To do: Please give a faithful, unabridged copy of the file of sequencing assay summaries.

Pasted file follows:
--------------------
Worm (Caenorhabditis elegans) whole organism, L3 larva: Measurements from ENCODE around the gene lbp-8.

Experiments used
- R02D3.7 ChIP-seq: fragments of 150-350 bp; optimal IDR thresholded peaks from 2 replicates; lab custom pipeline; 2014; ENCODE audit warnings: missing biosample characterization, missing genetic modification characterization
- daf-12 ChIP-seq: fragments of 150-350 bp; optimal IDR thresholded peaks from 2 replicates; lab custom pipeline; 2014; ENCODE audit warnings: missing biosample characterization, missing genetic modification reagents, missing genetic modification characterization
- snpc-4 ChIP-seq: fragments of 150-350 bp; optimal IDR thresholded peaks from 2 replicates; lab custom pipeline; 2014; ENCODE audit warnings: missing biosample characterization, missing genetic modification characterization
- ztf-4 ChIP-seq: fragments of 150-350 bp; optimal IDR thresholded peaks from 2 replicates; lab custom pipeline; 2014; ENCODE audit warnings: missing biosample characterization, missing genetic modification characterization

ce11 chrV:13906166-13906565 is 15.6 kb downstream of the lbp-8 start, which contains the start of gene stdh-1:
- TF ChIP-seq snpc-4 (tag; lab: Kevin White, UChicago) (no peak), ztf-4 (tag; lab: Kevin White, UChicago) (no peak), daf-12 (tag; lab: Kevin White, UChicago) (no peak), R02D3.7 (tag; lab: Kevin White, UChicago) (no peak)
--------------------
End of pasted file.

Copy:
Worm (Caenorhabditis elegans) whole organism, L3 larva: Measurements from ENCODE around the gene lbp-8.

Experiments used
- R02D3.7 ChIP-seq: fragments of 150-350 bp; optimal IDR thresholded peaks from 2 replicates; lab custom pipeline; 2014; ENCODE audit warnings: missing biosample characterization, missing genetic modification characterization
- daf-12 ChIP-seq: fragments of 150-350 bp; optimal IDR thresholded peaks from 2 replicates; lab custom pipeline; 2014; ENCODE audit warnings: missing biosample characterization, missing genetic modification reagents, missing genetic modification characterization
- snpc-4 ChIP-seq: fragments of 150-350 bp; optimal IDR thresholded peaks from 2 replicates; lab custom pipeline; 2014; ENCODE audit warnings: missing biosample characterization, missing genetic modification characterization
- ztf-4 ChIP-seq: fragments of 150-350 bp; optimal IDR thresholded peaks from 2 replicates; lab custom pipeline; 2014; ENCODE audit warnings: missing biosample characterization, missing genetic modification characterization

ce11 chrV:13906166-13906565 is 15.6 kb downstream of the lbp-8 start, which contains the start of gene stdh-1:
- TF ChIP-seq snpc-4 (tag; lab: Kevin White, UChicago) (no peak), ztf-4 (tag; lab: Kevin White, UChicago) (no peak), daf-12 (tag; lab: Kevin White, UChicago) (no peak), R02D3.7 (tag; lab: Kevin White, UChicago) (no peak)